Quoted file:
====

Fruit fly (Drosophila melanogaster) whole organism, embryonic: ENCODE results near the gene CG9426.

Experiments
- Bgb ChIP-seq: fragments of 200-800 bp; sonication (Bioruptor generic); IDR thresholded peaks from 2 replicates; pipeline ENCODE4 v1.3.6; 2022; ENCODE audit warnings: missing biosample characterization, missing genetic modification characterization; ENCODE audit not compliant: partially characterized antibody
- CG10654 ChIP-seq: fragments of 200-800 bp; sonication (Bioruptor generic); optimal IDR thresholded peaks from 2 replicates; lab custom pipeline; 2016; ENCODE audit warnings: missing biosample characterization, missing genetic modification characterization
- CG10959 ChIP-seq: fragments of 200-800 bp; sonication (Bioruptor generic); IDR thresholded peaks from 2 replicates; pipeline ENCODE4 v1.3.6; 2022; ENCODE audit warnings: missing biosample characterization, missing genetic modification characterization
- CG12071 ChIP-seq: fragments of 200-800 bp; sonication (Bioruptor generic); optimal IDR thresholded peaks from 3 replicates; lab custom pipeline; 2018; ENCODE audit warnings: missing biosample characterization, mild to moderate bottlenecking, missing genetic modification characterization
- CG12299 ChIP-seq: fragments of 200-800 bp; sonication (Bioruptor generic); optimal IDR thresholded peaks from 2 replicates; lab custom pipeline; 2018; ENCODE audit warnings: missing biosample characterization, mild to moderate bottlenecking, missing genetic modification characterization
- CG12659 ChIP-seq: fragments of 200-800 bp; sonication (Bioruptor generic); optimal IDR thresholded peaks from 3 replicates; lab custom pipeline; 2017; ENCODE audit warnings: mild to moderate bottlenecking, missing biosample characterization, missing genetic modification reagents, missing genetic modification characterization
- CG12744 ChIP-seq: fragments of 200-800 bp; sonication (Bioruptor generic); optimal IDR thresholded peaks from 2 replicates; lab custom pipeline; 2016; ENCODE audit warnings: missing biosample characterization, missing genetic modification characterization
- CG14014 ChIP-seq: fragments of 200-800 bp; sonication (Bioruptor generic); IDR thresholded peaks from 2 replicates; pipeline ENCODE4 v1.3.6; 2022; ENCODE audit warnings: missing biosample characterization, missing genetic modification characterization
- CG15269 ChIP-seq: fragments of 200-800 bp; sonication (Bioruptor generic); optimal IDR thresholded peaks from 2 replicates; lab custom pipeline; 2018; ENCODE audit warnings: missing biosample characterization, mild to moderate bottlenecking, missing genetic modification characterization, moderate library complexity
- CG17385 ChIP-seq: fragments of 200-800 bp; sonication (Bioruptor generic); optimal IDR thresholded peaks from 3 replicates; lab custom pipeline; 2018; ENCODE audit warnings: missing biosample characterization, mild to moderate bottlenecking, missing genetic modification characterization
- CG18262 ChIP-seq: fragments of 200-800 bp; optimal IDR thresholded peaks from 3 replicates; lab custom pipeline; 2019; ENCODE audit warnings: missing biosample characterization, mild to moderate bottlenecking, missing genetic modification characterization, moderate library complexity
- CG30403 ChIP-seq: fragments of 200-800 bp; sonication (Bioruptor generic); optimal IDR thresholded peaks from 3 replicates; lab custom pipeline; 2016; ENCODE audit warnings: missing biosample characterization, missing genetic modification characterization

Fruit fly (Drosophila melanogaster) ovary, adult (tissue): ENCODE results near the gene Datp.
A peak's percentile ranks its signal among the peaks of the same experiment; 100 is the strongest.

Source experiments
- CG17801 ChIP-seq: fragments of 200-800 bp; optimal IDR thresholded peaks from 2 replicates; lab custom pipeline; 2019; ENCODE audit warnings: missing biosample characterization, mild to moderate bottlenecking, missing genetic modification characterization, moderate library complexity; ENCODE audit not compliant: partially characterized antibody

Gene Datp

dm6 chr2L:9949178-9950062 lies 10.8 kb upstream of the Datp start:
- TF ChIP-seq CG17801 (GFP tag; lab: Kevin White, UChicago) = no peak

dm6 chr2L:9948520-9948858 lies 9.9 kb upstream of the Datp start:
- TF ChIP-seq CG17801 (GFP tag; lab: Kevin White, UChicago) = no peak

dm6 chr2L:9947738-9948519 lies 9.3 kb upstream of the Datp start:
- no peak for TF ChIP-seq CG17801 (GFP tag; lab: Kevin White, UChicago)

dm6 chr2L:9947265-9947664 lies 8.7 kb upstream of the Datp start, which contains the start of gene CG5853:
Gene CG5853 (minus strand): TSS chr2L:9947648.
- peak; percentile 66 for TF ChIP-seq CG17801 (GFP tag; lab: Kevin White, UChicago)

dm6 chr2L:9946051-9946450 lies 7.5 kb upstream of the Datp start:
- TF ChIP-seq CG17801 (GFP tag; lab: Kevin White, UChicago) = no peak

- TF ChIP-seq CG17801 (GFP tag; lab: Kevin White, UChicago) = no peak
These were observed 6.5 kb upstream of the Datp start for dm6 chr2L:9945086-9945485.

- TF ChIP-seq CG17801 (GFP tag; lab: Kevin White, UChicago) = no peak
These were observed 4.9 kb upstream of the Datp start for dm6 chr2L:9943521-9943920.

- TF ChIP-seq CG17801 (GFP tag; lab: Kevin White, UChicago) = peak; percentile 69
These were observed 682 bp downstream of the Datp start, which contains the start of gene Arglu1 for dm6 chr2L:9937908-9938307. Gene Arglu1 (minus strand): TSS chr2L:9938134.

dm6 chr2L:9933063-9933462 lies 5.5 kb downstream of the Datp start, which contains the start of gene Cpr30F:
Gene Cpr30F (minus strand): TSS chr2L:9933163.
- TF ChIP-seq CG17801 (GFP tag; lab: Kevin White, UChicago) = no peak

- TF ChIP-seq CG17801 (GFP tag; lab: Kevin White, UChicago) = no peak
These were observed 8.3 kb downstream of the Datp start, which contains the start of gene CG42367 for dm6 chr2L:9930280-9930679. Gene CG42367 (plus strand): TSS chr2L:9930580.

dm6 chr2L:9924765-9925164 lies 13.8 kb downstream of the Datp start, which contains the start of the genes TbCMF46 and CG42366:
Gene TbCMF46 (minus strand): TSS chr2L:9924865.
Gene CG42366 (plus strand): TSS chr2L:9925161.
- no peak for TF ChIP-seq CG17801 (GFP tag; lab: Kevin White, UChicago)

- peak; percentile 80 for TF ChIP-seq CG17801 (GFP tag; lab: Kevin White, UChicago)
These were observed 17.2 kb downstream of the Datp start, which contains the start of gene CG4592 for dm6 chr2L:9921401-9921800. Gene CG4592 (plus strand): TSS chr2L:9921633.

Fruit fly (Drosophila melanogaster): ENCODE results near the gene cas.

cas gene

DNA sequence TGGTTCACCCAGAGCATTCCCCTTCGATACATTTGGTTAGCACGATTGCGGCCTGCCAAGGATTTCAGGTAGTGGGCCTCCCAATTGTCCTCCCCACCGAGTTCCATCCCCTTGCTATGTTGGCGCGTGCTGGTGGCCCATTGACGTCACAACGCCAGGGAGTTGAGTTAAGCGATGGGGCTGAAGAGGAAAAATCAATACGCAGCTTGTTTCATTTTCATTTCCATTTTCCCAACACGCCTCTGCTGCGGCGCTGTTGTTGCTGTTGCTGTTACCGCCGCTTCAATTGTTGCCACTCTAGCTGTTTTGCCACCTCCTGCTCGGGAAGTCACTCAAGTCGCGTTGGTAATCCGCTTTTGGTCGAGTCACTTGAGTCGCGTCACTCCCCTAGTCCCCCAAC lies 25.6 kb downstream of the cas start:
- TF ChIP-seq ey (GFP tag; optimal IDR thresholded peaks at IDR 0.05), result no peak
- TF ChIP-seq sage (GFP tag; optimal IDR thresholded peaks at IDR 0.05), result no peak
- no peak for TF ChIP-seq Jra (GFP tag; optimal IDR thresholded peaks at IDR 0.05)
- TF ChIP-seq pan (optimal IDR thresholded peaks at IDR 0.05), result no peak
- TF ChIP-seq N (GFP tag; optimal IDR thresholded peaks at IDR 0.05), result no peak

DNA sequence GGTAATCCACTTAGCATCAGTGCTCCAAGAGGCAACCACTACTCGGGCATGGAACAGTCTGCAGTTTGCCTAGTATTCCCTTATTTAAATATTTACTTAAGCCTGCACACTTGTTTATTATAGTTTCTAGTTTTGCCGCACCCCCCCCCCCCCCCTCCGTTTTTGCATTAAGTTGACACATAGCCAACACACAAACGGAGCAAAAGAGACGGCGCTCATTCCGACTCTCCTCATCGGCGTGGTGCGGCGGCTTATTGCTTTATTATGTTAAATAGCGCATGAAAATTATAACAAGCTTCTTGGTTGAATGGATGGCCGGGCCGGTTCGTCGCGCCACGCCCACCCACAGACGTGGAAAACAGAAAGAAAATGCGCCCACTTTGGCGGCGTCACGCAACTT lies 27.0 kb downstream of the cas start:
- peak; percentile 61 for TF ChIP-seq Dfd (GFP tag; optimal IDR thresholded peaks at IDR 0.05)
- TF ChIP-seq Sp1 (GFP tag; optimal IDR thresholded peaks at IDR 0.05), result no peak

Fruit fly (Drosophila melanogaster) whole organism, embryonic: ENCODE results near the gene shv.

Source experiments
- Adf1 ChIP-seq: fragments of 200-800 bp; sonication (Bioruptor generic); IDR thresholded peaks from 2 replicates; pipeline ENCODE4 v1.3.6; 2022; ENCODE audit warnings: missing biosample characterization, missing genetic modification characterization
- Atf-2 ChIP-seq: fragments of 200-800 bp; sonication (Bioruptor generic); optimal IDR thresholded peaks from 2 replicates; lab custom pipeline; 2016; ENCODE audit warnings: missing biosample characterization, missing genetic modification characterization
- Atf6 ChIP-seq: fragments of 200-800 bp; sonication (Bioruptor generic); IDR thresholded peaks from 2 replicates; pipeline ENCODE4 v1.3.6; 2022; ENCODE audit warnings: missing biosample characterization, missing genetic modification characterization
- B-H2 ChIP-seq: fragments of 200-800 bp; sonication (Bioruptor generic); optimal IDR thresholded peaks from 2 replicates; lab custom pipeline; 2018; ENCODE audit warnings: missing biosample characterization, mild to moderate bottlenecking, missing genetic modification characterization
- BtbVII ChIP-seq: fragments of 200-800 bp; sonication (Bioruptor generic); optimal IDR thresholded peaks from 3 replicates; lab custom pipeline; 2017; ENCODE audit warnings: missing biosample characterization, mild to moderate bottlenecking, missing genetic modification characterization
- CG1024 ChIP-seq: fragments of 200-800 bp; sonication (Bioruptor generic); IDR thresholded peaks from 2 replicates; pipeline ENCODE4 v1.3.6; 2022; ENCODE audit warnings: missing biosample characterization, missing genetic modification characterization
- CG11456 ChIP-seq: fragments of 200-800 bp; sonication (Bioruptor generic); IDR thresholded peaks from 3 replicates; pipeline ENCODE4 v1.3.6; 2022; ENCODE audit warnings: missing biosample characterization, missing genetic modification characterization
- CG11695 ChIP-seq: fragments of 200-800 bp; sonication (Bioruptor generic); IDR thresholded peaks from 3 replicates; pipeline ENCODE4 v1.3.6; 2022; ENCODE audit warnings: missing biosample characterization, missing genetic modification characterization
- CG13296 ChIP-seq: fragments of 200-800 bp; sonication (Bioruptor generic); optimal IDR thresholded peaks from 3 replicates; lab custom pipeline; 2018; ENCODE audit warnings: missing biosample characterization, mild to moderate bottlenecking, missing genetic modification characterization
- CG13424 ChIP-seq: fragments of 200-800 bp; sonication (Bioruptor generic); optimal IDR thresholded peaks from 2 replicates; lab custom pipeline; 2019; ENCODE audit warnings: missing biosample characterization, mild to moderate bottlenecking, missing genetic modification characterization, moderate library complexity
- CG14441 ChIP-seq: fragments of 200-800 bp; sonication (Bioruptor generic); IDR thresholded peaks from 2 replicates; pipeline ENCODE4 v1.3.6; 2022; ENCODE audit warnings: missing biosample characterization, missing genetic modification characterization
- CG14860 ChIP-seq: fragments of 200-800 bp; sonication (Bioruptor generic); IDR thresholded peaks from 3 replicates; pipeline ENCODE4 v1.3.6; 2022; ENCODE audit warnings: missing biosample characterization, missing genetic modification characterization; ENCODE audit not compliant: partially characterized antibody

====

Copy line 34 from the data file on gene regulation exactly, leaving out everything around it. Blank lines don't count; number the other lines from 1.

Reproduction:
These were observed 4.9 kb upstream of the Datp start for dm6 chr2L:9943521-9943920.